Smart card

Mauricio Tavares raubvogel at
Tue Apr 4 12:22:12 CEST 2017

On Mon, Apr 3, 2017 at 10:27 PM, Robert J. Hansen <rjh at> wrote:
>> What do you mean by "will be better served by avoiding them"? What's the
>> reservation?
> Imagine we're in a restaurant and you ask me, "Should I order the
> pizza?"  Well, beats heck out of me.  I don't know you from Adam, I
> don't know your personal tastes, I don't even know if you're hungry.  So
> I shrug and say, "Sure, if you like pizza."  You may think that's a
> useless answer, but the question was no champ, either.
      I think a better example would be "I've never ate a pizza
before. Should I try it?"

> Should you get a smartcard?  Sure, if you need one.  But I don't know
> how you expect me, or anyone else here, to be able to give a more
> precise answer than that.  Only you can make those decisions about your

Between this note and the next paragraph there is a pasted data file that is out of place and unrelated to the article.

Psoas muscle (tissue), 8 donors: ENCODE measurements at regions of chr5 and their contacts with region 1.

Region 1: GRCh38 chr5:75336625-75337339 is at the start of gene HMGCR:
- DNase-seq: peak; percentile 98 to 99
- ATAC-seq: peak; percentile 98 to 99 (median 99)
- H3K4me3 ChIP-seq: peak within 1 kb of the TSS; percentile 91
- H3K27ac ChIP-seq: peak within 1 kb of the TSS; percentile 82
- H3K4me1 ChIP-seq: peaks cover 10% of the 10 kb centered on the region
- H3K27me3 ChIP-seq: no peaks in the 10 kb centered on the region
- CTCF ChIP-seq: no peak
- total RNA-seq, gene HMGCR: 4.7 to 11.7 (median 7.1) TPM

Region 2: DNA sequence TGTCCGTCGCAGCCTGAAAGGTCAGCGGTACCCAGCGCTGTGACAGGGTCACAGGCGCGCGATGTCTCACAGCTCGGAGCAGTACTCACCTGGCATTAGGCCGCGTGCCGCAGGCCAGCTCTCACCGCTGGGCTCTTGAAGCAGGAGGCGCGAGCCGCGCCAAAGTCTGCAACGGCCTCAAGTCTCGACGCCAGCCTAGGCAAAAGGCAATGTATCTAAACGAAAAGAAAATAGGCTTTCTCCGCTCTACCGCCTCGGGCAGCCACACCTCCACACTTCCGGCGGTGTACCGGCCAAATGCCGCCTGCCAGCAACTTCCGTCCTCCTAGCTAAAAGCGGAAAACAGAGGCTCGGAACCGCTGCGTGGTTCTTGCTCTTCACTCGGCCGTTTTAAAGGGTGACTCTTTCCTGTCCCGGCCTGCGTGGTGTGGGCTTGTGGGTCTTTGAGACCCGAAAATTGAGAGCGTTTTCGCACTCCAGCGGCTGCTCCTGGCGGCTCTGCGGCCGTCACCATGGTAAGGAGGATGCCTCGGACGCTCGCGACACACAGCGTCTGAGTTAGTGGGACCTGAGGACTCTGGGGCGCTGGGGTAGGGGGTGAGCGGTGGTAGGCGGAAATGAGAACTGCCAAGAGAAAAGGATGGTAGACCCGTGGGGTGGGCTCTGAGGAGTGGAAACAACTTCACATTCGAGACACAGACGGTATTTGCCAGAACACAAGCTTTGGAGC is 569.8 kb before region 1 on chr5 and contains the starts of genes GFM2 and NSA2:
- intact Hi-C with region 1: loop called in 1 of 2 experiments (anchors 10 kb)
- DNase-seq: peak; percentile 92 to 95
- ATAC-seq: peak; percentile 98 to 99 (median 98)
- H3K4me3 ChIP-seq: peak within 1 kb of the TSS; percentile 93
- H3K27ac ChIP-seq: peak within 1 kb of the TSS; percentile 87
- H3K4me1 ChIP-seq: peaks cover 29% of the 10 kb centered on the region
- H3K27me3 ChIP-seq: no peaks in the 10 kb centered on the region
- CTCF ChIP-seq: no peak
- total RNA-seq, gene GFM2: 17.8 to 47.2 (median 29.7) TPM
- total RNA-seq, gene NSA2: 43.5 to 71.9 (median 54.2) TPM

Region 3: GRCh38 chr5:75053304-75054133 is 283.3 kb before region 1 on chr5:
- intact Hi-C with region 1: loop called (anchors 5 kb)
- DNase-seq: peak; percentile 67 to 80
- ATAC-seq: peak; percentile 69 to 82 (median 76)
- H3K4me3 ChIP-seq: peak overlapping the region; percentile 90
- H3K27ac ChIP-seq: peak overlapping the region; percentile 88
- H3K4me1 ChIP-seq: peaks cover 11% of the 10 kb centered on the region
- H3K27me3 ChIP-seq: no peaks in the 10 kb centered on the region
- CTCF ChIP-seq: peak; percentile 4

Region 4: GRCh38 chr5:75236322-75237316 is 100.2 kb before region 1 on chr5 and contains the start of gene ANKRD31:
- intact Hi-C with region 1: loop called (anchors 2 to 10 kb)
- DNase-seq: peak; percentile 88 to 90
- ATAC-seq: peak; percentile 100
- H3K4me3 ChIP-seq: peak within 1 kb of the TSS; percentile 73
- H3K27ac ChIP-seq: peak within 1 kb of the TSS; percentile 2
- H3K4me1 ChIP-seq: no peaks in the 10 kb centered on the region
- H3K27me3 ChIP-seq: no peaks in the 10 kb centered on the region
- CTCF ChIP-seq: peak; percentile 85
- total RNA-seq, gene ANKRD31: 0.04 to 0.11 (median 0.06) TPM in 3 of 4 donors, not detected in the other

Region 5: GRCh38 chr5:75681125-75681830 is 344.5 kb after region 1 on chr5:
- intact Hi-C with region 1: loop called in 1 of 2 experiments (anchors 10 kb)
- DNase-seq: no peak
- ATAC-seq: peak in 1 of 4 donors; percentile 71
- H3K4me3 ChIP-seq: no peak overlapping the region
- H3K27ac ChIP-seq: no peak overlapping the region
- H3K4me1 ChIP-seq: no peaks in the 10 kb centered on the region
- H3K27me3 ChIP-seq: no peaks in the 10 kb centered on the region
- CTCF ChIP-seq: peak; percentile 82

> local security policy.
      On the OP's defense, I do not think he understands enough of
multifactor authentication in general and smartcards vs other
alternatives specifically to answer the question. And this is probably
what he had in mind with his rather poorly worded original question.

> Smartcards haven't fallen out of vogue, but they're also not useful to

      I will add that the "Are smartcards out of vogue?" question has
an loaded question taste to it. So, Will, what made you conclude that
smartcards are going the same place as 8-track and Betamax tapes?

> everyone.  Examine your needs, see if a smartcard can help satisfy those
> needs, and then make your decision.  If you decide to go that route
> there are plenty of people here who can help.
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